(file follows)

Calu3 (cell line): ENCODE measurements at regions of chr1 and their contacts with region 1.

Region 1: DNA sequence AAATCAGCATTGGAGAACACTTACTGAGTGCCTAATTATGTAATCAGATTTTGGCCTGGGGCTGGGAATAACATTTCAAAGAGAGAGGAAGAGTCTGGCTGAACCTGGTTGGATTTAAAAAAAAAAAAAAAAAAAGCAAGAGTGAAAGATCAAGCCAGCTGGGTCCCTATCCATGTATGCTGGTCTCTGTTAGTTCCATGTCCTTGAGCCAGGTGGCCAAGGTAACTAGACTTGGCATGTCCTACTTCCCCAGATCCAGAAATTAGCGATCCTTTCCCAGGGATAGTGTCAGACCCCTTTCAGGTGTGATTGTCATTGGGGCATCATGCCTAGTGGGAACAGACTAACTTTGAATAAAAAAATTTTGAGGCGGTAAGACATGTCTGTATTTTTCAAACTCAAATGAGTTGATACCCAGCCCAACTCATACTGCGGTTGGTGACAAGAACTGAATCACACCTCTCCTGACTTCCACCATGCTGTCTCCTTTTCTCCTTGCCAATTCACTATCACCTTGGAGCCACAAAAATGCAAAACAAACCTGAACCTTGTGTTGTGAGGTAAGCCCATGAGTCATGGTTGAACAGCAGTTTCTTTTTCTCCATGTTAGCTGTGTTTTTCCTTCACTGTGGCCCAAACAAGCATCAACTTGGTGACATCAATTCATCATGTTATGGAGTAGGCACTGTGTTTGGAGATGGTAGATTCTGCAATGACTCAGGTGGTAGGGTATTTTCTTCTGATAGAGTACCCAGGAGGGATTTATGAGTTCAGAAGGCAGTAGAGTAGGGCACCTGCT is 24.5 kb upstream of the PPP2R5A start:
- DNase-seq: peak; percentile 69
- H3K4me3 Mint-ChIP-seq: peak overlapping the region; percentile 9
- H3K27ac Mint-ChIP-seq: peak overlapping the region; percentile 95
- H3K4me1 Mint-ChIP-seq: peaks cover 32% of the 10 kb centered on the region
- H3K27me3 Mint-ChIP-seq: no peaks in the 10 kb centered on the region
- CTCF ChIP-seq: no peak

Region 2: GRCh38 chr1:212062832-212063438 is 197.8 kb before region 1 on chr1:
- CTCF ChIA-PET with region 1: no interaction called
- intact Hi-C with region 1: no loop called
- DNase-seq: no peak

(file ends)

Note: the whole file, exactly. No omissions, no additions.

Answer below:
Calu3 (cell line): ENCODE measurements at regions of chr1 and their contacts with region 1.

Region 1: DNA sequence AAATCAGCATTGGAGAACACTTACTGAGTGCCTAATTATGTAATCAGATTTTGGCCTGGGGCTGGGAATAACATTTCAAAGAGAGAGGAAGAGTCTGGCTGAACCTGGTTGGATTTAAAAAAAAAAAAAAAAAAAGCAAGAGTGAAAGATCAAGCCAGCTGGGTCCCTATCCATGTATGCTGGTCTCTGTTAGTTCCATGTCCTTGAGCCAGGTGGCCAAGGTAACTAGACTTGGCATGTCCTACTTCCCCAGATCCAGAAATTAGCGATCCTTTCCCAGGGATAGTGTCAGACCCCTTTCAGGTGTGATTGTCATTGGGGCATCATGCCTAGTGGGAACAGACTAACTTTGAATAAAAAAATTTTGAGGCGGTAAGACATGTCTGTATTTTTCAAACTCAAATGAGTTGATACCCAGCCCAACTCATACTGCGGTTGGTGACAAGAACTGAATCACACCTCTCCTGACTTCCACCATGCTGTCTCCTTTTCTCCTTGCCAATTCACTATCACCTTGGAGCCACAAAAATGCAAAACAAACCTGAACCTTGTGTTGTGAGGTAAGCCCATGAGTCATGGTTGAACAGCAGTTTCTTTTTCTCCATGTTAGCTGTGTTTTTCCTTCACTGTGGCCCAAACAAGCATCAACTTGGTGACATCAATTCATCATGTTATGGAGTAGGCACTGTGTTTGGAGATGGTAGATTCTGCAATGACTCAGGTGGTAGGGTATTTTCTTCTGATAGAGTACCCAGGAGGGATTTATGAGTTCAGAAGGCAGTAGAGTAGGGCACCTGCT is 24.5 kb upstream of the PPP2R5A start:
- DNase-seq: peak; percentile 69
- H3K4me3 Mint-ChIP-seq: peak overlapping the region; percentile 9
- H3K27ac Mint-ChIP-seq: peak overlapping the region; percentile 95
- H3K4me1 Mint-ChIP-seq: peaks cover 32% of the 10 kb centered on the region
- H3K27me3 Mint-ChIP-seq: no peaks in the 10 kb centered on the region
- CTCF ChIP-seq: no peak

Region 2: GRCh38 chr1:212062832-212063438 is 197.8 kb before region 1 on chr1:
- CTCF ChIA-PET with region 1: no interaction called
- intact Hi-C with region 1: no loop called
- DNase-seq: no peak